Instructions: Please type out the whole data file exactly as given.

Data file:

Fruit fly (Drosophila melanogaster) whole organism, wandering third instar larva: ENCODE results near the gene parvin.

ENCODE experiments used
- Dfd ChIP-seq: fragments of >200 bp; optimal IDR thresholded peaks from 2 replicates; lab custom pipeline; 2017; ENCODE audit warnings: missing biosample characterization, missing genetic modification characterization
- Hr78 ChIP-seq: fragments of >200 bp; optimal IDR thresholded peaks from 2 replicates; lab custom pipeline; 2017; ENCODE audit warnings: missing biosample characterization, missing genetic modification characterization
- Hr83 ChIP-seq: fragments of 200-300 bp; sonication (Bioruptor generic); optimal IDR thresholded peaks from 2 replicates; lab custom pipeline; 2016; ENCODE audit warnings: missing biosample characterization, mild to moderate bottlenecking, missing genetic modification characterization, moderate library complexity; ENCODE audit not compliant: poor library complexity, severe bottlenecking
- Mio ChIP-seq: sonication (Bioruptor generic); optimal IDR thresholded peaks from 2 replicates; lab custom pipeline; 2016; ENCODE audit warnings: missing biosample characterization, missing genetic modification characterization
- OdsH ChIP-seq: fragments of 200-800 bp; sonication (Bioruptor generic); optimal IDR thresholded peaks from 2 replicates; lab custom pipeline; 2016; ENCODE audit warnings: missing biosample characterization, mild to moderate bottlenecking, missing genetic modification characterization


Fruit fly (Drosophila melanogaster) whole organism, wandering third instar larva: ENCODE results near the gene parvin.

ENCODE experiments used
- Dfd ChIP-seq: fragments of >200 bp; optimal IDR thresholded peaks from 2 replicates; lab custom pipeline; 2017; ENCODE audit warnings: missing biosample characterization, missing genetic modification characterization
- Hr78 ChIP-seq: fragments of >200 bp; optimal IDR thresholded peaks from 2 replicates; lab custom pipeline; 2017; ENCODE audit warnings: missing biosample characterization, missing genetic modification characterization
- Hr83 ChIP-seq: fragments of 200-300 bp; sonication (Bioruptor generic); optimal IDR thresholded peaks from 2 replicates; lab custom pipeline; 2016; ENCODE audit warnings: missing biosample characterization, mild to moderate bottlenecking, missing genetic modification characterization, moderate library complexity; ENCODE audit not compliant: poor library complexity, severe bottlenecking
- Mio ChIP-seq: sonication (Bioruptor generic); optimal IDR thresholded peaks from 2 replicates; lab custom pipeline; 2016; ENCODE audit warnings: missing biosample characterization, missing genetic modification characterization
- OdsH ChIP-seq: fragments of 200-800 bp; sonication (Bioruptor generic); optimal IDR thresholded peaks from 2 replicates; lab custom pipeline; 2016; ENCODE audit warnings: missing biosample characterization, mild to moderate bottlenecking, missing genetic modification characterization